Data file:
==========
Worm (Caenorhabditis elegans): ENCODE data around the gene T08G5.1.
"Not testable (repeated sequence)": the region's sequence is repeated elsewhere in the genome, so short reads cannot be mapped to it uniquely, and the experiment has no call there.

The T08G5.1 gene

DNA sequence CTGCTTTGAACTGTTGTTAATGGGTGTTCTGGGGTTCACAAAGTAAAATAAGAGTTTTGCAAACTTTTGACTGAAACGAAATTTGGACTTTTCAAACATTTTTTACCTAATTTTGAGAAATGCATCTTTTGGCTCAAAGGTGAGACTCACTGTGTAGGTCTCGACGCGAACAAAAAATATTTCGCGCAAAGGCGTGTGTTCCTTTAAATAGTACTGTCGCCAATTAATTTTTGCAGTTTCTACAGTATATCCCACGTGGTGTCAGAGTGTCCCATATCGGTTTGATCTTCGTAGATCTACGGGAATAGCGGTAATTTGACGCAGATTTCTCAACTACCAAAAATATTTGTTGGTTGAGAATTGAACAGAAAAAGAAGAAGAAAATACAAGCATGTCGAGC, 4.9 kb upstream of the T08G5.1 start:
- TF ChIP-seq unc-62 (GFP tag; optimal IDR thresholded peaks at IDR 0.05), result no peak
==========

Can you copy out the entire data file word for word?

Worm (Caenorhabditis elegans): ENCODE data around the gene T08G5.1.
"Not testable (repeated sequence)": the region's sequence is repeated elsewhere in the genome, so short reads cannot be mapped to it uniquely, and the experiment has no call there.

The T08G5.1 gene

DNA sequence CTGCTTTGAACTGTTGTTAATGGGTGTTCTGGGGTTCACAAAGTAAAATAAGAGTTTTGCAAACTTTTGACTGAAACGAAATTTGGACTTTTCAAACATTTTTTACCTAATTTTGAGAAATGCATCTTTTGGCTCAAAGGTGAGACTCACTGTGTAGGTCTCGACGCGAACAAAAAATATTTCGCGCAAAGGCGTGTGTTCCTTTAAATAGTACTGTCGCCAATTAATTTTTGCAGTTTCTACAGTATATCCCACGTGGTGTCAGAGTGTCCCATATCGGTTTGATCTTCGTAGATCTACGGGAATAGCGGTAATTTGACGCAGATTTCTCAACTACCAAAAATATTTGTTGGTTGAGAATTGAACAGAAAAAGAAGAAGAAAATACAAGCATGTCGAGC, 4.9 kb upstream of the T08G5.1 start:
- TF ChIP-seq unc-62 (GFP tag; optimal IDR thresholded peaks at IDR 0.05), result no peak